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What are the key differences between Modernism and Postmodernism as art movements?

What are the key differences between Modernism and Postmodernism as art movements?


Thank you for your answer!
I have a 'stupid question' is Modernism the same as Modern Art? If not, what is the difference?
Hello Nicole,
I don't think that's a stupid question. Actually, it's a great question. There is a difference between "Modernism" and "Modern Art." I'll try to explain as best I can.  "Modernism" refers to the view that cultures, societies, and individuals should seek ways to "improve" or "update" society by getting rid of old conventions and replacing them with new ones, and hopefully, improved ones. This goes for just about anything in society. An example of a culture that rejects "Modernism" is the Amish. They ride in horse-drawn carriages and attempt to maintain other "traditional" ways of living. The idea that an automobile is an improvement over a carriage is just an idea. For religious and/or cultural reasons, a society or subculture may decide that modernism is dangerous while most societies consider modernism an asset. In religion, there are factions that try to keep traditional ways intact, while others in the same religion might approve of modernism. Another example is a ruling, when the Catholic Church decreed that it was all right to hold a service in English (or any other vernacular language) as opposed to Latin. A modernist would say there's no point in having a Mass conducted in Latin if no one can understand it; a traditionalist might say that because of tradition, the Latin Mass captures the spirit of Catholicism, and so people should learn Latin.
"Modern Art" is one aspect of "Modernism." It is not an entire way of looking at the world. It is a way of thinking about what is worth creating in terms of art. So, you could apply all the ideas of modernism to "Modern Art," the difference being that modern art is more circumscribed, i.e., it involves one's view of what artists should be attempting in their art, which is to make things new.

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Alan G. | PhD. All levels writing, reading AP English SAT/ACT/GRE thesis editingPhD. All levels writing, reading AP Engl...
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If you still are seeking a clear answer to your question, I think I can answer it more clearly than a lot of website sources.
Modernism began at the end of the 19th Century and was influenced by the new technologies and ideologies that permeated the period (automobile, airplane, telephone, radio, telegraph, theory of relativity, theory of evolution, Marxism, and Freud's views about the unconscious). The result of these influences was that artists felt they no longer had to adhere to strict conventions of what needed to go into creating a painting, sculpture, architecture, music, and so on.  In other words, "tradition" was no longer a sacred cow.  While traditional art and all tradition, for that matter, emphasized the importance of continuity -- that is, one generation should more or less maintain the same standards and practices of the previous ones, modernism suggested art must be investigative, similar to the way new technologies and ideas were investigations, so that the arts and what artists did could now be greatly expanded -- basically to art became 'whatever you could get away with.'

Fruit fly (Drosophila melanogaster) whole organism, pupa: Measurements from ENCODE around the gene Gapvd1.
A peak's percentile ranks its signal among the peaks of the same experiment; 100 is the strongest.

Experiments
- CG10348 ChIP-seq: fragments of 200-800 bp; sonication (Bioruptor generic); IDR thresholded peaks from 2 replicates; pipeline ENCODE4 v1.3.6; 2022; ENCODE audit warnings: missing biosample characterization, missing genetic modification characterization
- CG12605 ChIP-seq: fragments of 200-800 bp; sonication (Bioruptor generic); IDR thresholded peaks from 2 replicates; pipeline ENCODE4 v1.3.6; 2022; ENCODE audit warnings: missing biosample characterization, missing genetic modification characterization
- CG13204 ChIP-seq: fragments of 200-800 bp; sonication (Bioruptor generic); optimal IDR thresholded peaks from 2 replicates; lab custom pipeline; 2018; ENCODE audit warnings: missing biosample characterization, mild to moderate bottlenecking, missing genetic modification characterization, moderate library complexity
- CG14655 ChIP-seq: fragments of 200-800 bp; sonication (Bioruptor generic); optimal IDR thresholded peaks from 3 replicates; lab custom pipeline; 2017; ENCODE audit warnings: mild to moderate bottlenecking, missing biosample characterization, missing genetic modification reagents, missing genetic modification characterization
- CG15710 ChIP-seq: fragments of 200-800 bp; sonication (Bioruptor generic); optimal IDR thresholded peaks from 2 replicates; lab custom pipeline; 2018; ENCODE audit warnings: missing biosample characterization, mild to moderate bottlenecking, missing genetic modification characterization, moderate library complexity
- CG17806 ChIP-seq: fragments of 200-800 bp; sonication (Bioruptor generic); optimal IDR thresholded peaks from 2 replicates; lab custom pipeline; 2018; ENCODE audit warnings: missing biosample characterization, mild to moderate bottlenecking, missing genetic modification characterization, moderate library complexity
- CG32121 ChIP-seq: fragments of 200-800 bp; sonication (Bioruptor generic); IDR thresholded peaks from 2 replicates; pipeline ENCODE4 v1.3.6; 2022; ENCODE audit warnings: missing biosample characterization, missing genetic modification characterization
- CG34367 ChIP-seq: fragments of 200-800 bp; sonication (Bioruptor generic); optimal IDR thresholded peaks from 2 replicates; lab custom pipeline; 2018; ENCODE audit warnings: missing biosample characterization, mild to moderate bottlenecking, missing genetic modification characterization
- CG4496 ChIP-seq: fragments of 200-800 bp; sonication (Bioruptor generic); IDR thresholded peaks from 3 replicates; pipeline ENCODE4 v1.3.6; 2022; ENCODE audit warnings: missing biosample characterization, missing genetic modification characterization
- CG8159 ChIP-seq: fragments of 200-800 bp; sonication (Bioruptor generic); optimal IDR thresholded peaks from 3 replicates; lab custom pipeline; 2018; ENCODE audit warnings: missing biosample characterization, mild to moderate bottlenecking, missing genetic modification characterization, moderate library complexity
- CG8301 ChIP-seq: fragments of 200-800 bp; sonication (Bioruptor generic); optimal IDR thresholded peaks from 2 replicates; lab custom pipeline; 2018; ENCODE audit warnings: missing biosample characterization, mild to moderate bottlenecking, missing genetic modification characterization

Postmodernism was a response to decades of modernist art. What postmodernism asserted (during the second half of the 20th Century) was that there were no new ideas or forms to be found in art, as 100 years of experimentation were enough to explore new forms, so that creating something "new" or "modern" would simply be a benign and insignificant variation of something that was already investigated or created.  Thus, postmodernist critics claimed newness was "exhausted."  They did claim, however, that the next logical progression in the arts and for the activity of artists was to borrow, combine, refer to, imitate, comment on, etc., previous works of art. So, postmodern artists should no longer seek entirely new means of creating art, but artwork would now become an investigation of what was already new. A secondary idea of postmodernism is/was that the creator or artist should no longer be considered as being "creative."  Rather, creativity was a natural aspect of being, so that an artist, if she/he tuned into this vast pulse of creativity, would be more of a vehicle for transmitting principles of art.
That's the short version, anyway.
; < )


I appreciate the beauty and eloquence of your explanation.  Thank you. James Halifko
Glad that I could be of some help.
I am a nursing student and I was having extreme difficulties understanding the definitions of postmodernism and modernism. It's terrible when you have to look up the definition of the words to understand the definition of another word. Thank you for clarifying this. 
Christiane N. | German is my native languageGerman is my native language

Dear Amy,

This article probably answers your question.


Kindest regards,


Amy S. | Amy (Art and Design, Computers, Sports)Amy (Art and Design, Computers, Sports)

Modernism rejects the idea of realism, as in not making things look real-life. Modernism painting, for example, simplified the human figure from realistic portrayals to basic line drawings or geometric shapes. Postmodernism is completely new and strays from anything art knew before. It is completely wild and sometimes doesn't really make much sense in its content. It was a reaction to current culture and what was happening in the world